Caring for a Loved One After Total Joint Replacement Surgery

A friend or loved one has had a total hip replacement surgery, and while recovering in the hospital, a physical therapist enters to start the rehab process. Watching your loved one grimace as he or she gets up and walks with their new hip makes you feel helpless. What can you do? How can you be an active helper in someone else's total joint rehab without being overbearing or getting in the way? What is the best way to be a caregiver for someone after total joint replacement surgery?

Woman and daughter in physical therapy.
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How You Can Help

If a friend or family member is having joint replacement surgery, there are things you can do to help out. These may include simple things or more complicated jobs, but any bit can be helpful while your loved one is recovering. Various ways a caregiver can help after joint replacement surgery may include:

  • Help prepare for the surgery. Before surgery, many people benefit from learning a few exercises to do. Pre-op physical therapy for joint replacement surgery can help the patient have maximum strength and mobility that can have a positive impact on the post-op recovery. Plus, learning about the pending surgery can help put everyone's mind at ease about what to expect. Encourage your family member to visit a physical therapist for some pre-op training while preparing for the total joint surgery.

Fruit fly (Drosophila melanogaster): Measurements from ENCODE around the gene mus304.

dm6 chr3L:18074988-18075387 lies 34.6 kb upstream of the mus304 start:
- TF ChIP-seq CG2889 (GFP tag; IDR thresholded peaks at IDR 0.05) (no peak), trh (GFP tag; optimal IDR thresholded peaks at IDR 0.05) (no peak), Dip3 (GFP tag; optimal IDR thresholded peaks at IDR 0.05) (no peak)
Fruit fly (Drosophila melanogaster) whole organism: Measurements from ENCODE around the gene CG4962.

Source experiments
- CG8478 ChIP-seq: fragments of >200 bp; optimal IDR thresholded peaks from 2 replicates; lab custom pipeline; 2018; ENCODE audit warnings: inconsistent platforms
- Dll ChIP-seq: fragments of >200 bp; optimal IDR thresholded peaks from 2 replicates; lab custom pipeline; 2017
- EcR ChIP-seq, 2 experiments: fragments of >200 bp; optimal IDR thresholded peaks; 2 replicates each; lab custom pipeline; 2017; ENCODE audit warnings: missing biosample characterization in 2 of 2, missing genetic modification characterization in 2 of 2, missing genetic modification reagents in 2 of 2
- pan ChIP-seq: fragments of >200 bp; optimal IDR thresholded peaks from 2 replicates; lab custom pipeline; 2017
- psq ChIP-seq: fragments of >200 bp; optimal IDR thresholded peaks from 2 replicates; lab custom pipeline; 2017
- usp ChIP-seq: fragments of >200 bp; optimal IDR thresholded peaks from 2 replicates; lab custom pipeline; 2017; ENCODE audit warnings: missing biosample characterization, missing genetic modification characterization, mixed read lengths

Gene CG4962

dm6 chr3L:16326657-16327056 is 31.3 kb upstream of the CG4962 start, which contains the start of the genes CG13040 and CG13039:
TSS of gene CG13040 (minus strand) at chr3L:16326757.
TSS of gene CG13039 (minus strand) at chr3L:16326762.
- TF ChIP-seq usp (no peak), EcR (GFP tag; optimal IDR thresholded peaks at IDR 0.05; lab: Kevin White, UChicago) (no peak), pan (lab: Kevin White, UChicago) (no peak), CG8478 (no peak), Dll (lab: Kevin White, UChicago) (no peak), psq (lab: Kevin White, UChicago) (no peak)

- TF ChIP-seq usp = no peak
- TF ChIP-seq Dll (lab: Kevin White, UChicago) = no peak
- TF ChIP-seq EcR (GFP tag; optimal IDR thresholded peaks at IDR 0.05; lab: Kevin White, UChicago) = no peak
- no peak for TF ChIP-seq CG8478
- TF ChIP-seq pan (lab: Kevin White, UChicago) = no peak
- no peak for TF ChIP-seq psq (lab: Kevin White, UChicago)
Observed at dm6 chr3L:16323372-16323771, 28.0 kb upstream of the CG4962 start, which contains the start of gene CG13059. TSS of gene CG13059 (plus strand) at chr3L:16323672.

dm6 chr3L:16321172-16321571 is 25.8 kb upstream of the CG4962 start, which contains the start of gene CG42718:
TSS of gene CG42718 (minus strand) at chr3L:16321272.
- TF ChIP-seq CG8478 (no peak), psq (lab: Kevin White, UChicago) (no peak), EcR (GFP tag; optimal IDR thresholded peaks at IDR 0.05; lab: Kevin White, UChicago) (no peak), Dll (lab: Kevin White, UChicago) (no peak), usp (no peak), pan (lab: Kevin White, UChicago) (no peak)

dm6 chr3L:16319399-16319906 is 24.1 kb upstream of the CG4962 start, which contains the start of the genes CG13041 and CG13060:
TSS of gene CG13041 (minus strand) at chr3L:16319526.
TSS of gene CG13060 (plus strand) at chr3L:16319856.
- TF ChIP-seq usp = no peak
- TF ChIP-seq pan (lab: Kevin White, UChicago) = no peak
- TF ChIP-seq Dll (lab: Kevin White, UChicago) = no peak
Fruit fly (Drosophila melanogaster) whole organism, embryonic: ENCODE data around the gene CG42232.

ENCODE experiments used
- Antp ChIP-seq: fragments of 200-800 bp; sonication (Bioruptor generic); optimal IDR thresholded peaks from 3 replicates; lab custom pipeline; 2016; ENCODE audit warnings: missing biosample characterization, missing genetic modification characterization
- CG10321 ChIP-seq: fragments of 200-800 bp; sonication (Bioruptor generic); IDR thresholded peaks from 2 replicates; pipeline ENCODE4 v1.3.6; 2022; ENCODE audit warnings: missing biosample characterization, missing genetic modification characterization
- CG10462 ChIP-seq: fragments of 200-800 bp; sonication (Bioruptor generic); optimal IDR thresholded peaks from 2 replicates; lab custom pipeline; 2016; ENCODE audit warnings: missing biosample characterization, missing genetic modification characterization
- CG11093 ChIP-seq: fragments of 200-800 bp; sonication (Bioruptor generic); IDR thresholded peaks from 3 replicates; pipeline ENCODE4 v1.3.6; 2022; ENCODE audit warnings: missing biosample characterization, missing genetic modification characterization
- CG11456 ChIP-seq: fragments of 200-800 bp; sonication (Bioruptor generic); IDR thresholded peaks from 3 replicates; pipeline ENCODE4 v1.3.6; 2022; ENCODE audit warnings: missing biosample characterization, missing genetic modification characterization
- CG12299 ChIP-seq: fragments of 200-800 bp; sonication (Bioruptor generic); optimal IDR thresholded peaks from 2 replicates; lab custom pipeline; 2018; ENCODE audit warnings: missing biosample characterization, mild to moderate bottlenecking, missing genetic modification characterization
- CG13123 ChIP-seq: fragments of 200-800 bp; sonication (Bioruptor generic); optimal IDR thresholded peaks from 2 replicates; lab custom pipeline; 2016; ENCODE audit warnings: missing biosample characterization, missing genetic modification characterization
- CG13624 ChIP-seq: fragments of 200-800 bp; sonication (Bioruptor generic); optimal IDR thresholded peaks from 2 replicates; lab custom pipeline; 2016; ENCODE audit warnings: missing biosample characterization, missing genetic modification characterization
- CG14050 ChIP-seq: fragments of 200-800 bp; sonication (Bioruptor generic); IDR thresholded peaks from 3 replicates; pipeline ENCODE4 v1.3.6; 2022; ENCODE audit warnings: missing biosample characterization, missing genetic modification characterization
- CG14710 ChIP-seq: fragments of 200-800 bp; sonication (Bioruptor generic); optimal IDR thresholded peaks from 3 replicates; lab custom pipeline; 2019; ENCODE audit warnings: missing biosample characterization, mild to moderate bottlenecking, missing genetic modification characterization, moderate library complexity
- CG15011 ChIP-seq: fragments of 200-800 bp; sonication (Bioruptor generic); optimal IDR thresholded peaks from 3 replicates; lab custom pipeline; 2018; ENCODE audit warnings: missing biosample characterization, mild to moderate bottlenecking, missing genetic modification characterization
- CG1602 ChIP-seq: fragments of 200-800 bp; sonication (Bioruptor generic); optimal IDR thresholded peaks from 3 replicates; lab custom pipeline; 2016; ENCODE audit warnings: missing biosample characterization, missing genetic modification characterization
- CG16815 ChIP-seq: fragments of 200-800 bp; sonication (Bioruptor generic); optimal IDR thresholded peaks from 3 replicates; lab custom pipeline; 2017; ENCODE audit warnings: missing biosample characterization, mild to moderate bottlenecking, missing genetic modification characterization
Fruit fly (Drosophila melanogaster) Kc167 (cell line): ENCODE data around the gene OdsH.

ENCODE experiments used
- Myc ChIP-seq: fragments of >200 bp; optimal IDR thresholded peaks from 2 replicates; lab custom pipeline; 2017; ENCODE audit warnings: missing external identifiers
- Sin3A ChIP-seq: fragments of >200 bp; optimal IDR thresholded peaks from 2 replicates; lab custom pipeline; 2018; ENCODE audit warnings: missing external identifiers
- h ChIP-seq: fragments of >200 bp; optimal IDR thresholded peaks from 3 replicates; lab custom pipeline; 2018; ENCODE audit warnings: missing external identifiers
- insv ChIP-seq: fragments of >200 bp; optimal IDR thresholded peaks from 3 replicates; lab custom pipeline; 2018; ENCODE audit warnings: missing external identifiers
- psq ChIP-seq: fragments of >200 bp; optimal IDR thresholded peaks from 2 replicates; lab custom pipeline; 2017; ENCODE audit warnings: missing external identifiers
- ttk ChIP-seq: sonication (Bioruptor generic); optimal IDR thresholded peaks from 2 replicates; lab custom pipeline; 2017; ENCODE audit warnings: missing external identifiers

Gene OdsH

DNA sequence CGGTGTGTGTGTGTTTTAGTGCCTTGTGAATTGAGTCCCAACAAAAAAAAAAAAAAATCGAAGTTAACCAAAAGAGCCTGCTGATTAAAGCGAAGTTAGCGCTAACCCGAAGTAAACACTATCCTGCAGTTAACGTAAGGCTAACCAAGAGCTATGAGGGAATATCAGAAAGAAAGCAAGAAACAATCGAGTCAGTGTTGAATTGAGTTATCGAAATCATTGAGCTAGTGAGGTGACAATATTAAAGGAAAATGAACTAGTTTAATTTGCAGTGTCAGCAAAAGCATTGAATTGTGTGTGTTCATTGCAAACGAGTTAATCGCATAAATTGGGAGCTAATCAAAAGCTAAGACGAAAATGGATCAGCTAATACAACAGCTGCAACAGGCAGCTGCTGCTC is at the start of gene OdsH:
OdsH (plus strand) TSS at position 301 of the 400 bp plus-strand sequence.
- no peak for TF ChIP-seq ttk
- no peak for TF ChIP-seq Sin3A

• Help with managing an assistive device. After surgery, your family member may be walking with a wheeled walker or crutches, and he or she may need help managing these items. Getting a walking aid into and out of the car or up and down stairs may require a bit of work, and you, as a caregiver, can be just the person to help.
  • Help with the home exercise program. After surgery, the physical therapist will likely prescribe a home exercises program (HEP). This may occur in the hospital, at a rehab facility, or at an outpatient PT facility. The HEP is essential, and it allows your loved one to work independently on gaining strength and mobility in between therapy sessions. As a caregiver, you can help keep track of the HEP and can ensure that the exercises are done properly.
  • Offer encouragement and motivation. The rehab can be tough after total joint replacement surgery. One of your main jobs may be to simply offer motivation and encouragement for your loved one. Helping the patient stay focused on the long-term goals of therapy can help ensure a positive outcome after joint replacement surgery.
  • Help organize medication. Some patients require medication after total joint surgery to control pain and inflammation. Helping to organize and manage medication can be an essential task for your loved one after total joint replacement.
  • Offer gentle reminders of post-operative precautions. After a total hip replacement, there may be movement precautions that must be followed to ensure the joint does not dislocate. The same holds true for a total shoulder replacement. Learning these precautions and helping your loved one maintain them is an essential task of a caregiver.